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How to deploy a HoneyPot using Splunk?

SplunkTrust
SplunkTrust

How can I use Splunk to detect potential reconnaissance or lateral movement using a HoneyPot?

1 Solution

SplunkTrust
SplunkTrust

To setup a simple HoneyPot you need to leverage the Splunk Stream app: https://splunkbase.splunk.com/app/1809/

  1. deploy decoy systems in the network segments you would like to monitor
  2. ensure the decoy system hostnames conforms to your standard naming conventions
  3. ensure those systems are built using your Gold Image, conform to all your standard security controls, and are updated and patched using your standard patching processes
  4. install the Splunk Stream app on the systems
  5. configure the Splunk Stream to capture all inbound ports and protocols
  6. forward the data from the Splunk Stream app on your decoy systems to your indexers
  7. configure an alert against that stream data when events are greater than 0
  8. the SPL should be written to filter out all standard management activity such as the downloading of any updates or scanning by your Vulnerability Management program but ALL other INBOUND activity should be alerted on

In theory, since the system serves no legitimate purpose on the network, even a single packet inbound on the system is cause for investigation. If you have written your alert properly should should almost never receive alerts from this stream data unless it is abnormal for the network segment that the system resides in.

  • If somebody is attempting RDP or ssh to a system that serves no purpose that is interesting.
  • If any system other than your whitelisted vulnerability scanners or patch deploment servers is scanning the decoy host that is interesting.
  • Pings to the system are interesting.

Detections using this setup can indicate an active breach and attempted reconnaissance and lateral movement by attackers. Prior experience with this deployment has identified several firewall mis-configurations allowing inbound traffic to a network segment that should not have been. These are important detections to identify and remediate for enhanced security posture even if they aren't active attackers in your network. Just becuase it wasn't malicious doesn't mean it wasn't a good find!

Cheers! 😄

View solution in original post

SplunkTrust
SplunkTrust

To setup a simple HoneyPot you need to leverage the Splunk Stream app: https://splunkbase.splunk.com/app/1809/

  1. deploy decoy systems in the network segments you would like to monitor
  2. ensure the decoy system hostnames conforms to your standard naming conventions
  3. ensure those systems are built using your Gold Image, conform to all your standard security controls, and are updated and patched using your standard patching processes
  4. install the Splunk Stream app on the systems
  5. configure the Splunk Stream to capture all inbound ports and protocols
  6. forward the data from the Splunk Stream app on your decoy systems to your indexers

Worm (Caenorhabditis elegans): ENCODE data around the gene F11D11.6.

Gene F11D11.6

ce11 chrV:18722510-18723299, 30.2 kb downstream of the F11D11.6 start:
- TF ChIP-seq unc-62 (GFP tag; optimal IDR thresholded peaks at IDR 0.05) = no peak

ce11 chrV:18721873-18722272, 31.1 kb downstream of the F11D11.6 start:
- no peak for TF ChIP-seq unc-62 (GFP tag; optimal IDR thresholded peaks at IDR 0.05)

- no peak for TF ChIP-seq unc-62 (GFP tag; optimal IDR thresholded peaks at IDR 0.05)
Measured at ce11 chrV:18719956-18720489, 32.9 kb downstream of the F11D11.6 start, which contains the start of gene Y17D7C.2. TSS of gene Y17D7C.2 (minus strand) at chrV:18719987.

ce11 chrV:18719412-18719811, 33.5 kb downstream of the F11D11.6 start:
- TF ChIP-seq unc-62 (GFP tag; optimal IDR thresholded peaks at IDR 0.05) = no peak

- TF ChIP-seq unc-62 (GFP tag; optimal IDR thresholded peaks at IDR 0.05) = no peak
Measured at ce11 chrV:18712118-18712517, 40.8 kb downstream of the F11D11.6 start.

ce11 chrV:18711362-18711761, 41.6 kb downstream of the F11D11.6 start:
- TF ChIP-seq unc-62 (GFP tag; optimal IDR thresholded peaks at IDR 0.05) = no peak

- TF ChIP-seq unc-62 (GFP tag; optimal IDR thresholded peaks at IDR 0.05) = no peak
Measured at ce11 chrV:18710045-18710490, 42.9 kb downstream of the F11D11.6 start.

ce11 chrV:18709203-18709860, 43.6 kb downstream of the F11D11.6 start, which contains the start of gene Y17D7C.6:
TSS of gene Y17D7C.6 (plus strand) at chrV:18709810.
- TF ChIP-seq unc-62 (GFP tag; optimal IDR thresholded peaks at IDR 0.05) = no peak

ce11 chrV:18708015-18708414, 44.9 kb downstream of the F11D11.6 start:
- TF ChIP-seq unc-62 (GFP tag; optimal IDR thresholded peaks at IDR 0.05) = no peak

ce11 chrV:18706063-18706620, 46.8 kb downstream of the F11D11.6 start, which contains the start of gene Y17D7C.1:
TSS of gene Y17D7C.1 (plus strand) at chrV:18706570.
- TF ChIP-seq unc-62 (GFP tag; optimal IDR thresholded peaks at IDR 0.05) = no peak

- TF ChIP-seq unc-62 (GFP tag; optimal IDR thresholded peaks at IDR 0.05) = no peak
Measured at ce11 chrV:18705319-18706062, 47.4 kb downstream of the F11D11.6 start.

7. configure an alert against that stream data when events are greater than 0
  8. the SPL should be written to filter out all standard management activity such as the downloading of any updates or scanning by your Vulnerability Management program but ALL other INBOUND activity should be alerted on

In theory, since the system serves no legitimate purpose on the network, even a single packet inbound on the system is cause for investigation. If you have written your alert properly should should almost never receive alerts from this stream data unless it is abnormal for the network segment that the system resides in.

  • If somebody is attempting RDP or ssh to a system that serves no purpose that is interesting.
  • If any system other than your whitelisted vulnerability scanners or patch deploment servers is scanning the decoy host that is interesting.
  • Pings to the system are interesting.

Detections using this setup can indicate an active breach and attempted reconnaissance and lateral movement by attackers. Prior experience with this deployment has identified several firewall mis-configurations allowing inbound traffic to a network segment that should not have been. These are important detections to identify and remediate for enhanced security posture even if they aren't active attackers in your network. Just becuase it wasn't malicious doesn't mean it wasn't a good find!

Cheers! 😄

View solution in original post

SplunkTrust
SplunkTrust

Oh and I suggest periodically checking that everything is working by running a test nmap scan from a non-standard system, or even just remotely logging in to the host should do it to. That way you can make sure the Stream App is still running, that forwarding and indexing is still working, and that your alert is still ok.

0 Karma

SplunkTrust
SplunkTrust

Oh, and a big shout out to Kevin Cardwell for the very simple idea: 1 packet is all you need

Kevin is a great speaker who I have seen a few times and taken workshops with: https://www.linkedin.com/in/kevin-cardwell-6102891/

0 Karma

SplunkTrust
SplunkTrust

Maybe someday I'll add screenshots of the Stream config and a sample alert...I've been meaning to do this post for 2 years so I guess this is better than nothing though!